Soham Dance Project is born (review)

I spent my birthday this year with Soham Dance Space for a special Moving Dialogues during Chicago Dance Month (CDM). The theme of CDM 2014 was “Open doors, open spaces,” and the narrow studio‘s warm and welcoming feel was echoed by owner Anjal Chande’s calm and genuine presence. Chande is tiny in stature, but watching her dance, one might think her 5’9″.

So it was this weekend at Links Hall for the premiere performance of the newest branch of the Soham school: a professional company of just three members dubbed Soham Dance Project (SDP). SDP follows the same school/company model as Visceral Dance Chicago, although the two projects are aesthetically, and philosophically miles apart. Chande built her school (and now her company) on the premise that bharatanatyam (traditional Indian dance) is an evolving artform with a capacity for contemporary themes and an intercultural dialogue. Chande’s inaugural work, Pay No Mind, places an acute lens on the modern-day Indian American, and how one finds his/her identity and truth amidst all the noises of life.


Coincidentally, I had brought some reading for before show (good thing, considering the house was held for a solid 25 minutes). Anyway, this book chapter on identity formation by Margaret Beale Spencer* was, believe it or not, the perfect compliment to Pay No Mind. Specifically, the chapter discusses the difficulty of second-generation South Asian immigrants in cultivating their identities. Many immigrants have identities firmly planted in the traditions and culture of their home country, which explains why Chicago neighborhoods with high proportions of a certain immigrant group don’t look much different than the country from which the group immigated. Their children, however, often born in the US, are on a tightrope between two cultures. Looking around on Friday night at Links Hall, I saw evidence of this in the audience. The older adults were dressed in traditional Indian garb, while the younger patrons dressed in highly Americanized clothing.

Pay No Mind is a short piece, but not lacking in impact. The stage is simply dressed, with understated, elegant lighting from Jacob Snodgrass, and the colorful costumes pop from all the white trappings of Studio A. Chande places herself and the two other performers (Savitha Chelladurai and Rasika Ranganathan) in various vignettes, exploring conformity and rebellion, interspersed with Chande dancing solo to her own voice in a recorded reading.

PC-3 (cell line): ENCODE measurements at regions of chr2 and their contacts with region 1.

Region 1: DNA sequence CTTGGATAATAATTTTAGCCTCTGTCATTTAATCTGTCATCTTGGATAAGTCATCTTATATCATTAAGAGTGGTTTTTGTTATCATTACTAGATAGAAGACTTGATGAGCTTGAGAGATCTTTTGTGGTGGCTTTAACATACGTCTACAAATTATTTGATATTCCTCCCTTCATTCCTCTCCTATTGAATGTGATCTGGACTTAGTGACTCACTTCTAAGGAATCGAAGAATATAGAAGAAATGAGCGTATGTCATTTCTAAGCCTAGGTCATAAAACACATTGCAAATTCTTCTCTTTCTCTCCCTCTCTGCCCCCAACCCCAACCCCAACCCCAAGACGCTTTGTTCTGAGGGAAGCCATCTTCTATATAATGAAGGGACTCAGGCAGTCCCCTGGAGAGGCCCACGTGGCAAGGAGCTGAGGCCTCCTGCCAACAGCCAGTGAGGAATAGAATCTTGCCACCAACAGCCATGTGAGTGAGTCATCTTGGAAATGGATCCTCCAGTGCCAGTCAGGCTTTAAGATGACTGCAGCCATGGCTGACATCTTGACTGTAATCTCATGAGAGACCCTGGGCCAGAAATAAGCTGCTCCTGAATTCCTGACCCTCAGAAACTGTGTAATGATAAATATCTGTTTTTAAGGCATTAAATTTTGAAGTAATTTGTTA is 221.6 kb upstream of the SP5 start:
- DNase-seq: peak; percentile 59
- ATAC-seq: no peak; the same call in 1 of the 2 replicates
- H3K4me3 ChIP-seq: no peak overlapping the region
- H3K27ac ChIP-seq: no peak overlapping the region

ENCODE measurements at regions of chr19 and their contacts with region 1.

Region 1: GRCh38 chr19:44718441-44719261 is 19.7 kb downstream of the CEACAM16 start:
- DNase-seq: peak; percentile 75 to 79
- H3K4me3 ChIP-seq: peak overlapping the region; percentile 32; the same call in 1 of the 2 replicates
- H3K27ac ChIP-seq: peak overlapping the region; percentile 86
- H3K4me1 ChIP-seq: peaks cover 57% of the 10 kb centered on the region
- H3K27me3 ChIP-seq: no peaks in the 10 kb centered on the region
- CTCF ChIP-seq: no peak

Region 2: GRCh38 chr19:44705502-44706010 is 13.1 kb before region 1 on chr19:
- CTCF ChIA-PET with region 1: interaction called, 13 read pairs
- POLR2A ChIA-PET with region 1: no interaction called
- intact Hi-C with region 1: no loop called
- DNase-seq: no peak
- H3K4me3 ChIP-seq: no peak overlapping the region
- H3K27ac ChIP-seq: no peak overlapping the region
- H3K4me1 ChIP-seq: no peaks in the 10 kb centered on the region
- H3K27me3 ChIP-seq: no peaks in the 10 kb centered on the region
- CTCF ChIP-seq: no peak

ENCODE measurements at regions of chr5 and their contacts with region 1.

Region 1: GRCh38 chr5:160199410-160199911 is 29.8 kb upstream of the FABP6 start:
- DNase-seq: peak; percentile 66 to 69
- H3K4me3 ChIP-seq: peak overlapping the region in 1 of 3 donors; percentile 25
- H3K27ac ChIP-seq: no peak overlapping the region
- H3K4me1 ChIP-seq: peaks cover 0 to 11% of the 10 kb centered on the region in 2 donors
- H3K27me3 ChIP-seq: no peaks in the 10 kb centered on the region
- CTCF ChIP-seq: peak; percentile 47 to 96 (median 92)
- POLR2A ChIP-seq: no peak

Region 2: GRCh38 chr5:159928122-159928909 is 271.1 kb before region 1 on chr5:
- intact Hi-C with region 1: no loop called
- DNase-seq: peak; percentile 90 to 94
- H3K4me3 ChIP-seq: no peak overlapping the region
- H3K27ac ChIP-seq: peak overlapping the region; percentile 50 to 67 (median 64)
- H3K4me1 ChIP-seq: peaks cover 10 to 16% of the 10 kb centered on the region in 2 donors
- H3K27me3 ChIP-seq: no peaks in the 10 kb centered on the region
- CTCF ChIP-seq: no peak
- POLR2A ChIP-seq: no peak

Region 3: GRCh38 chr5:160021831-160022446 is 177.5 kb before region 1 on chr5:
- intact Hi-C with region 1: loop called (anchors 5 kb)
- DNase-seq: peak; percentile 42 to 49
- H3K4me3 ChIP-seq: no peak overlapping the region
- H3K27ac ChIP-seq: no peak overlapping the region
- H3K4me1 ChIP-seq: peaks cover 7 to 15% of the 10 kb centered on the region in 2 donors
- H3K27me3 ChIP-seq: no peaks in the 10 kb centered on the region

Can I wear that? Tell me what to do. Tell me what to think. Tell me how to think differently, so I can seem an individual.

The particularly challenging aspect of identity formation in second-generation South Asians (as I read before the lights dimmed) is navigating between a collectivist society and an individualistic one. Adopting an identity that is wholly American, despite being born and raised in the US, can seem selfish and disrespectful to the family, who likely gives priority to the group over the self.

The dance echoes the recorded text, as the three women alternate between gestures of submission and gestures of strength. Traditional mudras are interspersed with modern day facial expressions and hand gestures, and the phrases of classical bharatanatyam are infused with stylings from contemporary dance.

The feel of Pay No Mind is very much the same as the feeling I got on my birthday: warm, gracious, elegant, and strong. It seems that everything Chande touches is beautiful, and the complementary reading I happened to have in my handbag that night enriched my experience and augmented my ability to understand the work that she does every day. Chande is smart, fearless, and intoxicating to watch. Make no mistake, all three dancers were lovely, but perhaps because Chande has so much experience as a solo performer it’s almost impossible to take your eyes off her (sorry not sorry).

* Phenomenology and Ecological Systems Theory: Development of Diverse Groups (gesundheit)

Author: Lauren Warnecke

Lauren Warnecke is a reporter for NPR affiliate station WGLT and freelance arts and culture critic, primarily reviewing dance for the Chicago Tribune. Lauren enjoys cooking, cycling and attempting to grow things in her backyard. She lives in central Illinois.